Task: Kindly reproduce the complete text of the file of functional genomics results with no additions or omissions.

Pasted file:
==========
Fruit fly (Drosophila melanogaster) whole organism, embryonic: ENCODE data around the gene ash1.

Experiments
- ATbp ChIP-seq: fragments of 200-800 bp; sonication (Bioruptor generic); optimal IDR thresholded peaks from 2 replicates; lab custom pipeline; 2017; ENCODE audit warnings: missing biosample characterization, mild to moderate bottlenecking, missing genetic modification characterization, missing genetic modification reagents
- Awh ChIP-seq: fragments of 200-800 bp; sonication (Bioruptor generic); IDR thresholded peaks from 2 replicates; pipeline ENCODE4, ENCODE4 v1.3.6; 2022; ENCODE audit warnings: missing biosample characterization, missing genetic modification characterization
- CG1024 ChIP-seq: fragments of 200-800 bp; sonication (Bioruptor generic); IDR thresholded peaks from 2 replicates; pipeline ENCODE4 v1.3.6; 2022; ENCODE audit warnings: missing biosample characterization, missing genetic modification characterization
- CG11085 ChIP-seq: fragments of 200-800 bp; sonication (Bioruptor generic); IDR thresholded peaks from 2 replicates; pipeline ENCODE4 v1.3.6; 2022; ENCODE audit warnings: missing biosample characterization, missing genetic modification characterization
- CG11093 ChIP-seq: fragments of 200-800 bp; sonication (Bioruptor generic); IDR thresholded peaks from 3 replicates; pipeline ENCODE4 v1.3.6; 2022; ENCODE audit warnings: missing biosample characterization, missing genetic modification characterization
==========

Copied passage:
Fruit fly (Drosophila melanogaster) whole organism, embryonic: ENCODE data around the gene ash1.

Experiments
- ATbp ChIP-seq: fragments of 200-800 bp; sonication (Bioruptor generic); optimal IDR thresholded peaks from 2 replicates; lab custom pipeline; 2017; ENCODE audit warnings: missing biosample characterization, mild to moderate bottlenecking, missing genetic modification characterization, missing genetic modification reagents
- Awh ChIP-seq: fragments of 200-800 bp; sonication (Bioruptor generic); IDR thresholded peaks from 2 replicates; pipeline ENCODE4, ENCODE4 v1.3.6; 2022; ENCODE audit warnings: missing biosample characterization, missing genetic modification characterization
- CG1024 ChIP-seq: fragments of 200-800 bp; sonication (Bioruptor generic); IDR thresholded peaks from 2 replicates; pipeline ENCODE4 v1.3.6; 2022; ENCODE audit warnings: missing biosample characterization, missing genetic modification characterization
- CG11085 ChIP-seq: fragments of 200-800 bp; sonication (Bioruptor generic); IDR thresholded peaks from 2 replicates; pipeline ENCODE4 v1.3.6; 2022; ENCODE audit warnings: missing biosample characterization, missing genetic modification characterization
- CG11093 ChIP-seq: fragments of 200-800 bp; sonication (Bioruptor generic); IDR thresholded peaks from 3 replicates; pipeline ENCODE4 v1.3.6; 2022; ENCODE audit warnings: missing biosample characterization, missing genetic modification characterization